"Michael Horton so wants his readers to focus on Christ instead of imitation that he encourages an emphasis on the wickedness of characters, running them through Romans 3. This is an important aspect of Christian interpretation, but it is not the only way in which the New Testament uses characters (indeed, a majority of references are not concerned to show 'all have sinned'). To fit the biblical data to his interpretation, Horton tries to downplay this emphasis in his interpretation of the more famous passages illustrating the use of characters as examples: 'The so-called ‘Hall of Heroes’ in Hebrews 11 is misnamed. The writer consistently mentions that they overcame by faith in Christ, not by their works.' But faith is never pitted against works. Rather, Abraham and Rahab (to take two) are commendable because they had the sort of faith that worked. Their appearance in Hebrews parallels their appearance in James, where they are commended neither simply for what they believed, nor for what they did apart from faith, but for what was done on the basis of belief (Jas 2:14-16), since faith without works is worthless. Contra Horton, the heroes are held out as examples precisely because they acted in obedience and faithfulness on the basis of God’s character and in response to his promises and commands. These characters overcame and persevered by faith and by works.
We can contrast the biblical emphasis on finding Jesus and examples within Scripture with Horton’s puzzling comments that appear to limit the imitation of Old Testament characters to mere belief in Jesus and God’s promises. '[Abraham’s] willingness to sacrifice Isaac was not an example for us, but was an occasion for God to foreshadow Christ as the ram caught in the thicket so that Isaac—and the rest of us—could go free.' Horton sets up a false dichotomy between two approaches to interpretation: the passage either points to Christ, or the passage shows us a faithful model. But what if the New Testament takes Genesis 22 in both directions? Should we not follow the New Testament’s approach? We certainly do not imitate Abraham by sacrificing our children. But as we have seen, imitation is not rote, indiscriminate mimicry, but 'creative imitation' informed by Scripture. The New Testament authors use Abraham as a model of faith and obedience (not least in Gen 18:17-19; 22:1-24; Heb 11:17; Jas 2:14-26). Abraham does not merely believe. Trusting God to raise the dead, he acts in obedience (Heb 11:19). What’s more, Abraham’s obedience is crucial to the original meaning of the text, given the role that it plays in describing the covenant relationship between himself and God (Gen 22:1, 16-17)." (Jason Hood, Imitating God in Christ: Recapturing a Biblical Pattern)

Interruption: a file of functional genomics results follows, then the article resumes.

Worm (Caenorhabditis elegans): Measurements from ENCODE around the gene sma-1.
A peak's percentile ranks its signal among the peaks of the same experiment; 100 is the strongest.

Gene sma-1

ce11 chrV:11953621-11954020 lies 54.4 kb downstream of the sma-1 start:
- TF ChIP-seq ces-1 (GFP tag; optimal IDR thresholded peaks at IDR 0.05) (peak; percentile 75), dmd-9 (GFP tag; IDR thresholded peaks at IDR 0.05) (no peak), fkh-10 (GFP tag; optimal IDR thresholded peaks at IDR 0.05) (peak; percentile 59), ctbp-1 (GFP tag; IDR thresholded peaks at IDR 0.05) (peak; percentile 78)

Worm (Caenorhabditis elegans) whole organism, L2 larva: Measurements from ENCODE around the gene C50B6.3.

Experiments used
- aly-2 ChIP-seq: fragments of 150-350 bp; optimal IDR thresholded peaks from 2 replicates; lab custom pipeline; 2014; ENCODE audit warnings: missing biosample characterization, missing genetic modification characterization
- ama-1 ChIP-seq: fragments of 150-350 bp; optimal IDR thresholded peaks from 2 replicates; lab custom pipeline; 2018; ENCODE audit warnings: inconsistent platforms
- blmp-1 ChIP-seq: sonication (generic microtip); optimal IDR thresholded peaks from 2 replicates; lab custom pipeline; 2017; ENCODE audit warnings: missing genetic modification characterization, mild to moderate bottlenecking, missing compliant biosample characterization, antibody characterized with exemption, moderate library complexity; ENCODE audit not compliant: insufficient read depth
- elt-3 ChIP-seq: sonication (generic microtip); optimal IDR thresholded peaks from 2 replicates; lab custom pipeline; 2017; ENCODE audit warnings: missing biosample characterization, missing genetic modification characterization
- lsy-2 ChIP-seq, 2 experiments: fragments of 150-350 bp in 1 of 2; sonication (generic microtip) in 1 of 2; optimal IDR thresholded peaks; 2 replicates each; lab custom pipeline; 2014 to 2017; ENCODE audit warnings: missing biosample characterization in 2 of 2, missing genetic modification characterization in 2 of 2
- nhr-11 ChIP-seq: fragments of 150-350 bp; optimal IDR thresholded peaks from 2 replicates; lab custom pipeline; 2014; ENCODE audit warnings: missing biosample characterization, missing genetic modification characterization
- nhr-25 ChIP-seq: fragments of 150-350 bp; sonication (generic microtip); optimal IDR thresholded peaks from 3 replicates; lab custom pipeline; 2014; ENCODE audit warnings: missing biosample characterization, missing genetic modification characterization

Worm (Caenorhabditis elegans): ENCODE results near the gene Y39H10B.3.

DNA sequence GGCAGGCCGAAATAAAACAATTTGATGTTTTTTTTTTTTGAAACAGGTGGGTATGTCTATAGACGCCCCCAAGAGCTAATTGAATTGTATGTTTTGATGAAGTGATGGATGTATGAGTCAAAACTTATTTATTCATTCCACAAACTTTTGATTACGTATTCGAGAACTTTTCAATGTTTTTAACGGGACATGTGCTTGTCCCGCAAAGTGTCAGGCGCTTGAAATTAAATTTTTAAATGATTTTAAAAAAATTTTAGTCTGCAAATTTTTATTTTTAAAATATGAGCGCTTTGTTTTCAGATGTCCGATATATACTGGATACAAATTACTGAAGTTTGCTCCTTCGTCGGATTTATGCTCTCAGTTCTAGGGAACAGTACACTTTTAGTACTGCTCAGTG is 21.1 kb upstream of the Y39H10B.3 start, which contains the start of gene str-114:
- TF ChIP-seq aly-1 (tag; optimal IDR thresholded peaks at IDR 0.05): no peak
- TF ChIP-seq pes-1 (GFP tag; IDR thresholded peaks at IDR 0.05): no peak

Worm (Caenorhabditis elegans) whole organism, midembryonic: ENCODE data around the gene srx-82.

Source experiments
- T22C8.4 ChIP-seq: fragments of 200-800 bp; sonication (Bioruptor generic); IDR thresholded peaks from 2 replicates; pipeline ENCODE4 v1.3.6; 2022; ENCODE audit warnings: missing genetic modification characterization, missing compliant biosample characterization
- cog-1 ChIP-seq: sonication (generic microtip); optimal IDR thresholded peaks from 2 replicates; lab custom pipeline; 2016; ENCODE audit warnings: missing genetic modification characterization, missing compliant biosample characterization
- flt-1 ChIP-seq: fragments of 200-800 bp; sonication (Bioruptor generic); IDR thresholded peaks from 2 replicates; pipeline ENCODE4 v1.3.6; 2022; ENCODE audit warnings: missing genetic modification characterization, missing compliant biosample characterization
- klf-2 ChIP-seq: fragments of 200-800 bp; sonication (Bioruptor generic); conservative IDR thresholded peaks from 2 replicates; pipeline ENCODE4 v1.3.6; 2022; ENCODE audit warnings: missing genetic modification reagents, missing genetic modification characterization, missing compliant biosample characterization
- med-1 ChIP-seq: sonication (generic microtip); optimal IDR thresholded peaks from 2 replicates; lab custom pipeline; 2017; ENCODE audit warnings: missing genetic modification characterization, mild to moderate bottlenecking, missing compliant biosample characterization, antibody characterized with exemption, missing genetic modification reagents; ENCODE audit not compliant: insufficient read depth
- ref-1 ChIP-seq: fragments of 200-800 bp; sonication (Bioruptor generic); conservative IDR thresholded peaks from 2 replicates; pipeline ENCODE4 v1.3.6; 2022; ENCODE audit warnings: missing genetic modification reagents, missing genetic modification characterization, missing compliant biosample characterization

Michael Horton, Christless Christianity: The Alternative Gospel of the American Church (Grand Rapids: Baker, 2008), pp. 149-50. He adds on pp. 142-43, “The Old Testament saints were not heroes of faith and obedience but sinners who, despite their own wavering, were given the faith to cling to God’s promise.” Faith is a gift, but Horton’s approach veers in the direction of a monergistic approach to interpretation, where God’s work is all that counts and human work is downplayed, irrelevant or entirely negative.
 Ibid., p. 149.
 Vanhoozer, Drama of Doctrine, and Jimmy Agan, “Toward a Hermeneutic of Imitation: The Imitation of Christ in the Didascalia Apostolorum,” Presbyterion 37 (2011): 42-43.
 Michael Allen, “Imitating Jesus,” Modern Reformation 18, no. 2 (2009): 27-30, correctly sees that in Heb 11, saints from Abel to Jesus have their obedience “described in multiple ways. They are to be imitated as those whose belief impelled radical obedience (11:6).” Both Horton and his Westminster Seminary California colleague S. M. Baugh deny that characters in Heb 11 function as exemplars in any respect save for faith in a saving God; see Baugh, “The Cloud of Witnesses in Hebrews 11,” Westminster Theological Journal 68, no. 1 (2002): 132. Contrast Calvin on Hebrews 11, Epistle of Paul the Apostle to the Hebrews, trans. William B. Johnston (Grand Rapids: Eerdmans, 1963), p. 187. I owe the Baugh and Calvin references and analysis to R. Michael Allen, The Christ’s Faith: A Dogmatic Account (New York: T & T Clark, 2009), p. 324 n. 794, who identifies Baugh’s argument as a “reductionistic” account that “creates fissures where none need exist.”